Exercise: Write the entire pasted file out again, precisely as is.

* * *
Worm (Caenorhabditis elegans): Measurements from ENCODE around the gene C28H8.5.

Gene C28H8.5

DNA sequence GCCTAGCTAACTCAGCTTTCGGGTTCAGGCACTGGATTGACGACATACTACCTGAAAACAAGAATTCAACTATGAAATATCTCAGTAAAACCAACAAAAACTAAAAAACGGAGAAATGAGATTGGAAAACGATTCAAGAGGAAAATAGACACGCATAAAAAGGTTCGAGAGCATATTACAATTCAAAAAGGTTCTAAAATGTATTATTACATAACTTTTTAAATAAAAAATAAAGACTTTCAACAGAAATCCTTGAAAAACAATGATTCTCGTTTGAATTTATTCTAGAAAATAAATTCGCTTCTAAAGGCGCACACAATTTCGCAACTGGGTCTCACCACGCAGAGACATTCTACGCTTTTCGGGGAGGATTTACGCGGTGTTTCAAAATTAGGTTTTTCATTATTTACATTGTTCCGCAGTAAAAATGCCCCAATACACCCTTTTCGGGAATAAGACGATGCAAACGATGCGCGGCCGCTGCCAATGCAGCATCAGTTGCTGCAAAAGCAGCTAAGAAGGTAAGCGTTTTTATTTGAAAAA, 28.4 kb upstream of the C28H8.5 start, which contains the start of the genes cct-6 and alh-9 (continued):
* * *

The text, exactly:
Worm (Caenorhabditis elegans): Measurements from ENCODE around the gene C28H8.5.

Gene C28H8.5

DNA sequence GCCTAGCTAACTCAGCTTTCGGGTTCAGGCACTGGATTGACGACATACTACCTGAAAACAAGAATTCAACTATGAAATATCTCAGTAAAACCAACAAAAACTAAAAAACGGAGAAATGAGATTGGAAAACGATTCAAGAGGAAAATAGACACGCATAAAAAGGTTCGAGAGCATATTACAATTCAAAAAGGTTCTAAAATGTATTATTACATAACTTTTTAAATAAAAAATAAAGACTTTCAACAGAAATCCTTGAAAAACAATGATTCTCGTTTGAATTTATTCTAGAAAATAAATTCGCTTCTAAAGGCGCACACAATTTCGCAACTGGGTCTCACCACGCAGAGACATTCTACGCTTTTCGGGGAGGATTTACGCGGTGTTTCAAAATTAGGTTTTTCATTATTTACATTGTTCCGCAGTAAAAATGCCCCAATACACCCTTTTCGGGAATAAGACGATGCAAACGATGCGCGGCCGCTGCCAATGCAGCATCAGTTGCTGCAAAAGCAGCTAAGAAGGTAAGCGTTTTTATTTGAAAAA, 28.4 kb upstream of the C28H8.5 start, which contains the start of the genes cct-6 and alh-9 (continued):